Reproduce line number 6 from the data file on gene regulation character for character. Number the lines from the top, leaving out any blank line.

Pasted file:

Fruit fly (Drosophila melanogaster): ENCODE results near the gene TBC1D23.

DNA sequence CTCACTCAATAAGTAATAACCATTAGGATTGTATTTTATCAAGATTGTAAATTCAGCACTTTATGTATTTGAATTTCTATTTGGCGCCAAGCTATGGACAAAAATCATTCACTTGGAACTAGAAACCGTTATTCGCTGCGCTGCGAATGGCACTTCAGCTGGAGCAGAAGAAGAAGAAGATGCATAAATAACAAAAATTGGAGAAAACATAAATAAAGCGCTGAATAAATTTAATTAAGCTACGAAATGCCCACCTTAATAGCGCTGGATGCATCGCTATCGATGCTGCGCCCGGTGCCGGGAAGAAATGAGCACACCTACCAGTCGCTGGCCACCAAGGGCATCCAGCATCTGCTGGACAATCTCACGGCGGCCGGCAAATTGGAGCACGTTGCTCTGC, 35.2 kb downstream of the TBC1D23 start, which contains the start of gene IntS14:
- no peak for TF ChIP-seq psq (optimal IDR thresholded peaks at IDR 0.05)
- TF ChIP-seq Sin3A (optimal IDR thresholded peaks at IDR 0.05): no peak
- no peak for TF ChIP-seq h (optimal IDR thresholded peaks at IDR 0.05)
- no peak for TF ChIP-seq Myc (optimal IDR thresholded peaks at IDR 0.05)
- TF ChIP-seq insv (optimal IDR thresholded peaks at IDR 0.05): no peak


- no peak for TF ChIP-seq Myc (optimal IDR thresholded peaks at IDR 0.05)